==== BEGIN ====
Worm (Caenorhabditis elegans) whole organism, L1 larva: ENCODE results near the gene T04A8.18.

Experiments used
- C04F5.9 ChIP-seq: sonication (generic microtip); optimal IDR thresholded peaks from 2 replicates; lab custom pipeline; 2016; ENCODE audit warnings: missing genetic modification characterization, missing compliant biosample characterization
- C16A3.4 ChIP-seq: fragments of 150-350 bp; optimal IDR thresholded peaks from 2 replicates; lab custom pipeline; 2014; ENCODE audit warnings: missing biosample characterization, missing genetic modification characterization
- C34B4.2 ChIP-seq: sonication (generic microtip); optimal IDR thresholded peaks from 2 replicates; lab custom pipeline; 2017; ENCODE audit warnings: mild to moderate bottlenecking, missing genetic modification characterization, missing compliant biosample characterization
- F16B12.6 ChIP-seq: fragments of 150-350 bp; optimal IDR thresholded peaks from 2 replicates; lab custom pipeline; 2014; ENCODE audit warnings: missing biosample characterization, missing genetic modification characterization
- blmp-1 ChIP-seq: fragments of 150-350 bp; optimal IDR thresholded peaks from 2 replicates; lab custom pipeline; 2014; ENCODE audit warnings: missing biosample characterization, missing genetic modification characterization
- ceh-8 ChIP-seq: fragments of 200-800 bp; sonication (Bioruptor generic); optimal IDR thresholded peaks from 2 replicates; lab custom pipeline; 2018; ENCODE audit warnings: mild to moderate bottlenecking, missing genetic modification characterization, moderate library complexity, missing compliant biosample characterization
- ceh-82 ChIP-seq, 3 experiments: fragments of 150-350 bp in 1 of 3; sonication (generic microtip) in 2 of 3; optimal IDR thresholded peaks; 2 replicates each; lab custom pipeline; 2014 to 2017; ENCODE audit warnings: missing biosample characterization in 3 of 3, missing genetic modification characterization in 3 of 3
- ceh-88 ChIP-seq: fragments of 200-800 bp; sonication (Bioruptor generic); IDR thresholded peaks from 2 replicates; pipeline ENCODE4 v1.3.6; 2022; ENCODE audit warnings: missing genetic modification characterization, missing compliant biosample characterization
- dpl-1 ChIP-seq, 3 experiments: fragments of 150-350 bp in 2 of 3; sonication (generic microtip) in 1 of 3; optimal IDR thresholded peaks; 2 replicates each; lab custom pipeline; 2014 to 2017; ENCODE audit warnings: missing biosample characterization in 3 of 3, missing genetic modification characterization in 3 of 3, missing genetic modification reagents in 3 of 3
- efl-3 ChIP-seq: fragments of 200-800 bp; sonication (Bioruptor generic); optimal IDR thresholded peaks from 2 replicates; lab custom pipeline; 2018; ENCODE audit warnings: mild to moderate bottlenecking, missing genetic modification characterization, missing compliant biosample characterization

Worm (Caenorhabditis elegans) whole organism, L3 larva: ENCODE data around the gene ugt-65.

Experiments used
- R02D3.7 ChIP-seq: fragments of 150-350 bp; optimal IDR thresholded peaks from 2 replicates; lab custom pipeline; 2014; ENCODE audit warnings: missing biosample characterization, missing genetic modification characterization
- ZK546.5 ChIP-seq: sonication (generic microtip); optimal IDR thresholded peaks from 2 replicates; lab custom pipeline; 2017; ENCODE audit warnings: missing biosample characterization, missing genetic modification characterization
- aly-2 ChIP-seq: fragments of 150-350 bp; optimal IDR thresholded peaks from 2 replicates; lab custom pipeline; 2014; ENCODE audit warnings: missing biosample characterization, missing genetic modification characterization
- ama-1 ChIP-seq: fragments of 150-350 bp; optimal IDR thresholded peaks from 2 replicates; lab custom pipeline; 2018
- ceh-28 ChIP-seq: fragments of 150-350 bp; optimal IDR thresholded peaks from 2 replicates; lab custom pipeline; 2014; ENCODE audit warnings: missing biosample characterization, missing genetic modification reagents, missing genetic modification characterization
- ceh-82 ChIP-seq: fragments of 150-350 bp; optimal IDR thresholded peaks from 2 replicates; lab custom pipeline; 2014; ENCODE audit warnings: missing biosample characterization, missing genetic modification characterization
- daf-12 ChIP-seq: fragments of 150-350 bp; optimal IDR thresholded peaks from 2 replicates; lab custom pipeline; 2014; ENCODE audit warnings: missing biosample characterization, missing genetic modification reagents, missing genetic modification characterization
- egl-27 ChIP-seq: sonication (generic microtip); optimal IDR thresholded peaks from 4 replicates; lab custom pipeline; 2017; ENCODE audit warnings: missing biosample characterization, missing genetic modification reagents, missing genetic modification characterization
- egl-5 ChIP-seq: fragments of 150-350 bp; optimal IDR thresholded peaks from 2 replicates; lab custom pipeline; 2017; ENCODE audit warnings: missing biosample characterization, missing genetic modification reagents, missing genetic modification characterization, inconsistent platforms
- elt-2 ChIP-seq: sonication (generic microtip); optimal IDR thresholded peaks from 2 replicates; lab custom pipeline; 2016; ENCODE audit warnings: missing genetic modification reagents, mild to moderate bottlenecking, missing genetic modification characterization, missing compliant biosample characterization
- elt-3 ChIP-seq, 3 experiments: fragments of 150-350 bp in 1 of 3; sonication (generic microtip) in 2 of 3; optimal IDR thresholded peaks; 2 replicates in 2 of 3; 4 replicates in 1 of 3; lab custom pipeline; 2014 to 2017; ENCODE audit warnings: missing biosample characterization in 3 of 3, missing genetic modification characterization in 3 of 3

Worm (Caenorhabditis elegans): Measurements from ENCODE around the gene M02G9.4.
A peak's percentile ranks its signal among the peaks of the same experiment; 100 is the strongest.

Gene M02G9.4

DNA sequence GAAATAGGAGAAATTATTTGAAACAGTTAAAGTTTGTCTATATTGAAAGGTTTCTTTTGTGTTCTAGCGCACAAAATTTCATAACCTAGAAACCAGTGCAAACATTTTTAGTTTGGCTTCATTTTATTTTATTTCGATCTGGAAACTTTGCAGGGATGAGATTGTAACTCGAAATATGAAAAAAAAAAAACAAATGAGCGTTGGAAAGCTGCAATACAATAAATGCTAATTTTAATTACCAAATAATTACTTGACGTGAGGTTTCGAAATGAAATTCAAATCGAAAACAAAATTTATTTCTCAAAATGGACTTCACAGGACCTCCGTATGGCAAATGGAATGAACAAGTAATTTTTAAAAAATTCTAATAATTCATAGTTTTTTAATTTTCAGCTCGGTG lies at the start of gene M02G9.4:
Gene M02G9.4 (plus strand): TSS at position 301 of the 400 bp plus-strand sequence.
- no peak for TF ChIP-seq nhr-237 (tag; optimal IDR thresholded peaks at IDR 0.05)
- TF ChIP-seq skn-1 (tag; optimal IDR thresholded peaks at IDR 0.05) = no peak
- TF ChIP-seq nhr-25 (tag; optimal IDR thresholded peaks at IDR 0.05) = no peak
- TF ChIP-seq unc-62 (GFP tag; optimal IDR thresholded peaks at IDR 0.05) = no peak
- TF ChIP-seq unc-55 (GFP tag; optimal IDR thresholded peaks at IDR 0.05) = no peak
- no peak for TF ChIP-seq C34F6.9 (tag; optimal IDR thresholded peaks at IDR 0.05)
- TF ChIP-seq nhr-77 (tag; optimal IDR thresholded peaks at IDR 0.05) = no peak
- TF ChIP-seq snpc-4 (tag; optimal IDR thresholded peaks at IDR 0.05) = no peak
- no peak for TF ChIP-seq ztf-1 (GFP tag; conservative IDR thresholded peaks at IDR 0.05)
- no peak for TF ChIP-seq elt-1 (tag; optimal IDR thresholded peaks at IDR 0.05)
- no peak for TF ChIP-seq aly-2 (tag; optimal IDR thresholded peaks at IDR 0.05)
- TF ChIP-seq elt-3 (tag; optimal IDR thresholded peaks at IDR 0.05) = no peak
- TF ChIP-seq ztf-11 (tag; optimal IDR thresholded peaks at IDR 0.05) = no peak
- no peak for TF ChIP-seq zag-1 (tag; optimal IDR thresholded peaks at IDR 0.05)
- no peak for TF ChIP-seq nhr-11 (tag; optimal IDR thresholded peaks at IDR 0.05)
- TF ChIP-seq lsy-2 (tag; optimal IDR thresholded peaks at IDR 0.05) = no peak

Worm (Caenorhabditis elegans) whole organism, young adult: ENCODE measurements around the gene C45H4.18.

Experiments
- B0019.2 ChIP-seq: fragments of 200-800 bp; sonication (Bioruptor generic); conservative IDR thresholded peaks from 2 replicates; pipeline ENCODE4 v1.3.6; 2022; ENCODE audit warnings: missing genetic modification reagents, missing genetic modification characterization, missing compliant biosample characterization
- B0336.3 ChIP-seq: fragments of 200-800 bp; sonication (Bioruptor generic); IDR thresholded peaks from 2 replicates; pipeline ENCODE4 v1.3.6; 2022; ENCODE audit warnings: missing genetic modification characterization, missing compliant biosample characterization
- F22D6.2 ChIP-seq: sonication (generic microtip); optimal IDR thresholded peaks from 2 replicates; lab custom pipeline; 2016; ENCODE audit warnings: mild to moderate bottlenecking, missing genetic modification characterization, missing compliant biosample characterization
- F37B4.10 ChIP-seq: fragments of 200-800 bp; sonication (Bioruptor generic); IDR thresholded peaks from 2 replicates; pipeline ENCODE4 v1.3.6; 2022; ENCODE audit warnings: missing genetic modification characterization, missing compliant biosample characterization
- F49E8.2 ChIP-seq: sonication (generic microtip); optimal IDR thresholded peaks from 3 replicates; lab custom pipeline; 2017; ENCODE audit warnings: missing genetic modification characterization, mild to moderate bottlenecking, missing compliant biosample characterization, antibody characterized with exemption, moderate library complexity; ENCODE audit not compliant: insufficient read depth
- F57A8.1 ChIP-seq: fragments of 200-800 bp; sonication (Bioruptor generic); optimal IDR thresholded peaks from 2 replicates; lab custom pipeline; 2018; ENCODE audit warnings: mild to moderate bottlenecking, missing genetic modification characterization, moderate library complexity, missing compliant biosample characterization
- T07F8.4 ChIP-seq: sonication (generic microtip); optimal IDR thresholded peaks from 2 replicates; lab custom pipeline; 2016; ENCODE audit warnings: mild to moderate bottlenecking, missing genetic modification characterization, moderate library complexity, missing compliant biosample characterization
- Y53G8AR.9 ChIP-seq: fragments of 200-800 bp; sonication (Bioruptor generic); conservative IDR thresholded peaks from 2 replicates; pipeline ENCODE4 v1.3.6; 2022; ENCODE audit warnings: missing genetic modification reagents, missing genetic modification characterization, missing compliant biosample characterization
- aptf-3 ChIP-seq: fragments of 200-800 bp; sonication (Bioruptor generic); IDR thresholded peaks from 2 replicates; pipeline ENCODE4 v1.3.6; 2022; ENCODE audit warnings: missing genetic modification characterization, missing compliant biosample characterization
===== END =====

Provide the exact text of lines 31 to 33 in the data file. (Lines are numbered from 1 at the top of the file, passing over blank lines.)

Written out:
- no peak for TF ChIP-seq nhr-237 (tag; optimal IDR thresholded peaks at IDR 0.05)
- TF ChIP-seq skn-1 (tag; optimal IDR thresholded peaks at IDR 0.05) = no peak
- TF ChIP-seq nhr-25 (tag; optimal IDR thresholded peaks at IDR 0.05) = no peak